IVR Best Practices for Medical Marketers


If your IVR fails to get important information across quickly and concisely, your practice could be at risk of losing current and future patients.

Medical marketers already know that investing in digital and non-digital advertising campaigns is essential for driving new patient referrals. What they might not realize, however, is that optimizing their practice’s interactive voice response system (IVR) could be the deciding factor that determines whether these marketing efforts are ultimately fruitful.

Utilizing an IVR in your practice might seem like a no-brainer — after all, a streamlined IVR system is a great way to usher patients toward the resources they need, with minimum hassle and next to no wait time. But if executed ineffectively, it can also be the surest way to lose new or existing patients (and therefore revenue): according to a recent poll from Engage, 80% of respondents indicated that they would no longer patronize a business following a negative IVR experience. And, since 70% of consumers will share those bad experiences with friends and family on- and offline, a poorly designed IVR system could have a seriously detrimental impact on your medical practice.

To avoid confusion and frustration amongst callers and keep patients coming back to your practice, let’s run through a few strategies for optimizing your IVR system:

Prioritize New Patients

The people calling your medical practice will generally fall into three categories: new patients, existing patients, and miscellaneous salespeople and administrators. Among these groups, it’s essential that your IVR prioritizes new patients in the system.

A clear and direct roadmap through your directory is key to usher new patients towards your services. An effective phone tree might begin with the simple greeting of “Hello! You’ve reached X facility. If you’re a new patient looking to book an appointment, press 1.” Don’t bury their options! By minimizing confusion, you maximize the chance that a new patient completes their booking and shows up in your waiting room.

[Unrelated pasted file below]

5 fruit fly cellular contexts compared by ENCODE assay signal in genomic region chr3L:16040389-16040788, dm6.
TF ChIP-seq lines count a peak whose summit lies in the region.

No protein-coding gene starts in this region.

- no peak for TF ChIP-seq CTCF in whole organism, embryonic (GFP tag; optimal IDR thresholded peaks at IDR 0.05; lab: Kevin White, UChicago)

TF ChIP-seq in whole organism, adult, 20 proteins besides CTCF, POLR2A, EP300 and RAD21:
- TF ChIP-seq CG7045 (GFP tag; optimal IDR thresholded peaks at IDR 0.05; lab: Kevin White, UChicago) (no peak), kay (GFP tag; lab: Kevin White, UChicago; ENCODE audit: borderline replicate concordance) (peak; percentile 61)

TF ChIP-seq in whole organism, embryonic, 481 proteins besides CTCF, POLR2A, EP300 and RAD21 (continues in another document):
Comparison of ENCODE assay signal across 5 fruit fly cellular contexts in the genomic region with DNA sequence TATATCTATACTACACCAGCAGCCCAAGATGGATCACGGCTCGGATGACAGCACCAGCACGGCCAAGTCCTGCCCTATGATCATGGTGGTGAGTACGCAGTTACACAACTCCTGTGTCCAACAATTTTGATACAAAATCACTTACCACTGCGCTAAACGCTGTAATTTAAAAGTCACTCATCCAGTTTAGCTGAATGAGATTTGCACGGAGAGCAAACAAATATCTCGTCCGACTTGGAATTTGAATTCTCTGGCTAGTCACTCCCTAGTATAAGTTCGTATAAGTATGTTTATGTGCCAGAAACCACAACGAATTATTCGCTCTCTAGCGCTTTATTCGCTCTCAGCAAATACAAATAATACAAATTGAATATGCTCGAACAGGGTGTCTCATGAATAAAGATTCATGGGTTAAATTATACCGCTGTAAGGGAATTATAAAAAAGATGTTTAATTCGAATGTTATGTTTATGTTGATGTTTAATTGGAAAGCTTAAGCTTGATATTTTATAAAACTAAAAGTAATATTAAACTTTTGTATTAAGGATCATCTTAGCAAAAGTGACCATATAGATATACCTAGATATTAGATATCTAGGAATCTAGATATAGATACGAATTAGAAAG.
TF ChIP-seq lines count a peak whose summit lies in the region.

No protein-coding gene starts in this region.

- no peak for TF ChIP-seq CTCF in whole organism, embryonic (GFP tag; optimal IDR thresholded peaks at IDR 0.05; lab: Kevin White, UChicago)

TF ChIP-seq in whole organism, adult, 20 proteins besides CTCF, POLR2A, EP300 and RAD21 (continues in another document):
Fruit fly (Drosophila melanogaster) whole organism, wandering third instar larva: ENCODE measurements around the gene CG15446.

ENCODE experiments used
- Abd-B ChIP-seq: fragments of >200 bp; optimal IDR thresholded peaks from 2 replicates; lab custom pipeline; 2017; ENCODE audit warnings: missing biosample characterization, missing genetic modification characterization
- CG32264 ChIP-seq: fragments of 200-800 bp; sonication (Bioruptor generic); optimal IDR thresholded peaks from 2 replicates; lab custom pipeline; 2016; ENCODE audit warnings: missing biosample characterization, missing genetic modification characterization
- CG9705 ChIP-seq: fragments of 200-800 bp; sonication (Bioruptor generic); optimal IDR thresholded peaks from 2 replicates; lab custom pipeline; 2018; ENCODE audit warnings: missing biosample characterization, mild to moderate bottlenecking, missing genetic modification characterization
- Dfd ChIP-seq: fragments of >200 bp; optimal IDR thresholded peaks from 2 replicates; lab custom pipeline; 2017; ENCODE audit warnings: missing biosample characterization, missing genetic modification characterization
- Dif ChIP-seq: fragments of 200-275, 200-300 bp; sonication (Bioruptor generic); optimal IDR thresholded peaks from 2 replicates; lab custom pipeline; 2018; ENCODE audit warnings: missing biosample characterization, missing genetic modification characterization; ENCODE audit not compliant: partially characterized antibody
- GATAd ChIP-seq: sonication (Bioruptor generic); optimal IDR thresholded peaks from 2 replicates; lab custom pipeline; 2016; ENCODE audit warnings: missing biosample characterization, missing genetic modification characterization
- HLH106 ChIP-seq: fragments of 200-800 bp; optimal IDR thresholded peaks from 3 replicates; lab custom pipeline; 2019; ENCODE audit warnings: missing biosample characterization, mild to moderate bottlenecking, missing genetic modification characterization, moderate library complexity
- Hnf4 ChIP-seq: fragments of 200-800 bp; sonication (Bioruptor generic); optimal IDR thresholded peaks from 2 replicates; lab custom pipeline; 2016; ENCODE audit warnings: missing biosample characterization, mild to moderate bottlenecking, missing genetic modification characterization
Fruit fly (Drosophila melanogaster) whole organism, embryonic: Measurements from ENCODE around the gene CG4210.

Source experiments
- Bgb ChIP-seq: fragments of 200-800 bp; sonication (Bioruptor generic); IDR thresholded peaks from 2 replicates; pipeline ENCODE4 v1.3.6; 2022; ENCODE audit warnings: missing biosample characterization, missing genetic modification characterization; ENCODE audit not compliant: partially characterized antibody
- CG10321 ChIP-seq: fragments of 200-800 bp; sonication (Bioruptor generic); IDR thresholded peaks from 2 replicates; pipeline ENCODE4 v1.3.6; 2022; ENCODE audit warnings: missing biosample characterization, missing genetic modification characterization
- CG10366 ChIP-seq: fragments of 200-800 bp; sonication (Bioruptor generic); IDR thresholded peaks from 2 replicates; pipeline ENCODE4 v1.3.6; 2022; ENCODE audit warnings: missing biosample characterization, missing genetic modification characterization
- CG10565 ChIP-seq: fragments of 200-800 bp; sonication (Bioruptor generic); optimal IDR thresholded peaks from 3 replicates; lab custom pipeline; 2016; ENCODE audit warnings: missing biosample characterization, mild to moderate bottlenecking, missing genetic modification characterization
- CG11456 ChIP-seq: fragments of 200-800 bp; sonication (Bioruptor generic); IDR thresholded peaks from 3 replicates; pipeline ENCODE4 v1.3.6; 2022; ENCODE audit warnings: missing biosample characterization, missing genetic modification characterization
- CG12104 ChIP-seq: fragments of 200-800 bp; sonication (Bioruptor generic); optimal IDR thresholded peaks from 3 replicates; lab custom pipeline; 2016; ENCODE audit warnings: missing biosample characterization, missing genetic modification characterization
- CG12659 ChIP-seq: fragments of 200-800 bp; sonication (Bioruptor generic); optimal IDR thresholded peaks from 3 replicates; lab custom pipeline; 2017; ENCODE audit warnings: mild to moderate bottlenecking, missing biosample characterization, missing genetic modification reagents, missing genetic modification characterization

Speed Things Up

New patients are generally happy to navigate a well-organized phone tree; but if the initial automation goes on for too long — or the options they care about are buried too deep — there’s a substantial chance they’ll hang up before they ever reach the receptionist. Even for returning patients, a lengthy phone tree can be inconvenient and irritating.

As HoldCom points out, your IVR should only include the most essential information; by limiting the number of menu options, you actively improve your patient’s ability to navigate your system. People lose patience with an automated message after as little as 30 to 45 seconds, so make sure you direct them to the right extension or department within that timeframe. If your greeting lasts longer than a minute, there’s a good chance a caller will lose patience and simply hang up.

Keep Branding Consistent

The concept here is pretty simple — when a new patient calls, you want to make sure they know exactly who you are. To that end, your IVR greeting should immediately assure callers that they’ve reached the right place. On a broader scale, both your brand and your marketing materials and messaging must be cohesive and coherent across all platforms, from desktop to mobile. Meanwhile, essential contact and business info (e.g. office hours, primary services, and phone lines) should be prominently displayed on your website, social media pages, and Google My Business listings.

Say, for example, that a potential patient has done some research on a doctor they’d like to work with. If your website’s branding heavily features that doctor, your IVR greeting should reflect as much: rather than saying “you’ve reached X facility,” it should say “You’ve reached Dr. Smith’s office.” As rudimentary as that sounds, this consistency is absolutely essential to prevent first-time callers from simply hanging up the phone.

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